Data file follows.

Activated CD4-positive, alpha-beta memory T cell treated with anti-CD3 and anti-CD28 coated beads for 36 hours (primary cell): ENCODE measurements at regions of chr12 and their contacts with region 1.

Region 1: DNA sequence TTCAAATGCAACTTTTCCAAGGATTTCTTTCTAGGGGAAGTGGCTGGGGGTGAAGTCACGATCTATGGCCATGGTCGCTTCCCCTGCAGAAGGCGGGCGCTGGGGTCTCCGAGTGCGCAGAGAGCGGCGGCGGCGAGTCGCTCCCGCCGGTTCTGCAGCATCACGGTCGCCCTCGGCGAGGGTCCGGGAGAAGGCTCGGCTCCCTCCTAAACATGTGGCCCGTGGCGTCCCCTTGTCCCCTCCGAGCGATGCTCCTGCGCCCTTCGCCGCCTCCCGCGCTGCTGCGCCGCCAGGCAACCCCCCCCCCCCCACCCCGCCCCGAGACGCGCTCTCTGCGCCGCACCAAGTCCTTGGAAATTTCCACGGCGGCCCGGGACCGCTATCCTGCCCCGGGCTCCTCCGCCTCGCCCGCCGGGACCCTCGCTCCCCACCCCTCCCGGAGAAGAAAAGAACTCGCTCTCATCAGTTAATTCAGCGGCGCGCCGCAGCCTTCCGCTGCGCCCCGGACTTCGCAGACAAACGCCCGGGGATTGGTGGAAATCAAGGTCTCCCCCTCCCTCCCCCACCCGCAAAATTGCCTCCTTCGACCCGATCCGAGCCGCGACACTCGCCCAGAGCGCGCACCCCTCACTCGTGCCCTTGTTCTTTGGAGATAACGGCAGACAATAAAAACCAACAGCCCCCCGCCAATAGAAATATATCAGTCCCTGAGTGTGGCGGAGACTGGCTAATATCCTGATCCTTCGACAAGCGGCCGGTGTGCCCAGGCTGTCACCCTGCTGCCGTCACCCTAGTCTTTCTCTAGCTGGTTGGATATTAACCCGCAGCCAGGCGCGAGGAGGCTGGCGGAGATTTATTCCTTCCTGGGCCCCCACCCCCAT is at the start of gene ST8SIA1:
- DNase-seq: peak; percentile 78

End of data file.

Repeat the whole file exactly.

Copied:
Activated CD4-positive, alpha-beta memory T cell treated with anti-CD3 and anti-CD28 coated beads for 36 hours (primary cell): ENCODE measurements at regions of chr12 and their contacts with region 1.

Region 1: DNA sequence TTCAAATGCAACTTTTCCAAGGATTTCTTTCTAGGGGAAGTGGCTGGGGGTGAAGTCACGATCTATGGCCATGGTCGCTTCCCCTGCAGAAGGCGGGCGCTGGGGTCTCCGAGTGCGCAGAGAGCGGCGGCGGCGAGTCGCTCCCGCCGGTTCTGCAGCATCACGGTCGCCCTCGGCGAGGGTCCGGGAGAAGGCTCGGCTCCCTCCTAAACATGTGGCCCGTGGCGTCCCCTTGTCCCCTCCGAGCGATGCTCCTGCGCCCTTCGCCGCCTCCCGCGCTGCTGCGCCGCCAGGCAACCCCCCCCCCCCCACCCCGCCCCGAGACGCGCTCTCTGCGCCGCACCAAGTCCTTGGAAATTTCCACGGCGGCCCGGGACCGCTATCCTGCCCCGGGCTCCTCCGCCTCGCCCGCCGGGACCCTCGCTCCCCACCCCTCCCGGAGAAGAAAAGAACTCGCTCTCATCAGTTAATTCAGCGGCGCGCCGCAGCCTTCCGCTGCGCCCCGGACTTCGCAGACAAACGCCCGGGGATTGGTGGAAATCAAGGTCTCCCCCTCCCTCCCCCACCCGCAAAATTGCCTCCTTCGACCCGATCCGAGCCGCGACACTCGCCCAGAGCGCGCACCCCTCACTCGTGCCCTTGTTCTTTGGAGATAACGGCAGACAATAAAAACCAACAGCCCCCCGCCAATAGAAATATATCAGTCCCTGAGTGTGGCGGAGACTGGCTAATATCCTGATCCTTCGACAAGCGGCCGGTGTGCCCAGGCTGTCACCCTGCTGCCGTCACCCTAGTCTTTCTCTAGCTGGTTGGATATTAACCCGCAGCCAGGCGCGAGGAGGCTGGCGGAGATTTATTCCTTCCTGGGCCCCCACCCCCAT is at the start of gene ST8SIA1:
- DNase-seq: peak; percentile 78